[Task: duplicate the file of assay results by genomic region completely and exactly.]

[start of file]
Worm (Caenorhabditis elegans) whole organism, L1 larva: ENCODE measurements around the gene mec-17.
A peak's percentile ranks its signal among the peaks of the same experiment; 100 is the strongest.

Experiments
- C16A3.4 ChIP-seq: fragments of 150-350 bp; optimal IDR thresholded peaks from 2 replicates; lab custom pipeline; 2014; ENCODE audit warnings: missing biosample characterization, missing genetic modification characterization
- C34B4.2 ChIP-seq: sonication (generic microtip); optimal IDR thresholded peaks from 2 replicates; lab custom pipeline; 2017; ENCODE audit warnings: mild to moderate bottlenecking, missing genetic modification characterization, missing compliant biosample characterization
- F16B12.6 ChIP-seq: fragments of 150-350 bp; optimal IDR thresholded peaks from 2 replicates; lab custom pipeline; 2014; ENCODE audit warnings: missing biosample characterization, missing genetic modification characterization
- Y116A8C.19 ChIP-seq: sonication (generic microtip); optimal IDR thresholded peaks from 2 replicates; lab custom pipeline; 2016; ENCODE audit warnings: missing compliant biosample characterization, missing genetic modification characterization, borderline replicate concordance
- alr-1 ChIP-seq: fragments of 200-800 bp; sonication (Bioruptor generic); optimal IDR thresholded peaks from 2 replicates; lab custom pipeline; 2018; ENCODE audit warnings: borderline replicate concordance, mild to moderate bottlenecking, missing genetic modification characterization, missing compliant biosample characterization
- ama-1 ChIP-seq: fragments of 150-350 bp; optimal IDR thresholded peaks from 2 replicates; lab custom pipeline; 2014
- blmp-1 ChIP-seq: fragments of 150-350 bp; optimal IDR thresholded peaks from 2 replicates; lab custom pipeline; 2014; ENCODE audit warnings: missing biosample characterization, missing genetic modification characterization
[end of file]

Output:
Worm (Caenorhabditis elegans) whole organism, L1 larva: ENCODE measurements around the gene mec-17.
A peak's percentile ranks its signal among the peaks of the same experiment; 100 is the strongest.

Experiments
- C16A3.4 ChIP-seq: fragments of 150-350 bp; optimal IDR thresholded peaks from 2 replicates; lab custom pipeline; 2014; ENCODE audit warnings: missing biosample characterization, missing genetic modification characterization
- C34B4.2 ChIP-seq: sonication (generic microtip); optimal IDR thresholded peaks from 2 replicates; lab custom pipeline; 2017; ENCODE audit warnings: mild to moderate bottlenecking, missing genetic modification characterization, missing compliant biosample characterization
- F16B12.6 ChIP-seq: fragments of 150-350 bp; optimal IDR thresholded peaks from 2 replicates; lab custom pipeline; 2014; ENCODE audit warnings: missing biosample characterization, missing genetic modification characterization
- Y116A8C.19 ChIP-seq: sonication (generic microtip); optimal IDR thresholded peaks from 2 replicates; lab custom pipeline; 2016; ENCODE audit warnings: missing compliant biosample characterization, missing genetic modification characterization, borderline replicate concordance
- alr-1 ChIP-seq: fragments of 200-800 bp; sonication (Bioruptor generic); optimal IDR thresholded peaks from 2 replicates; lab custom pipeline; 2018; ENCODE audit warnings: borderline replicate concordance, mild to moderate bottlenecking, missing genetic modification characterization, missing compliant biosample characterization
- ama-1 ChIP-seq: fragments of 150-350 bp; optimal IDR thresholded peaks from 2 replicates; lab custom pipeline; 2014
- blmp-1 ChIP-seq: fragments of 150-350 bp; optimal IDR thresholded peaks from 2 replicates; lab custom pipeline; 2014; ENCODE audit warnings: missing biosample characterization, missing genetic modification characterization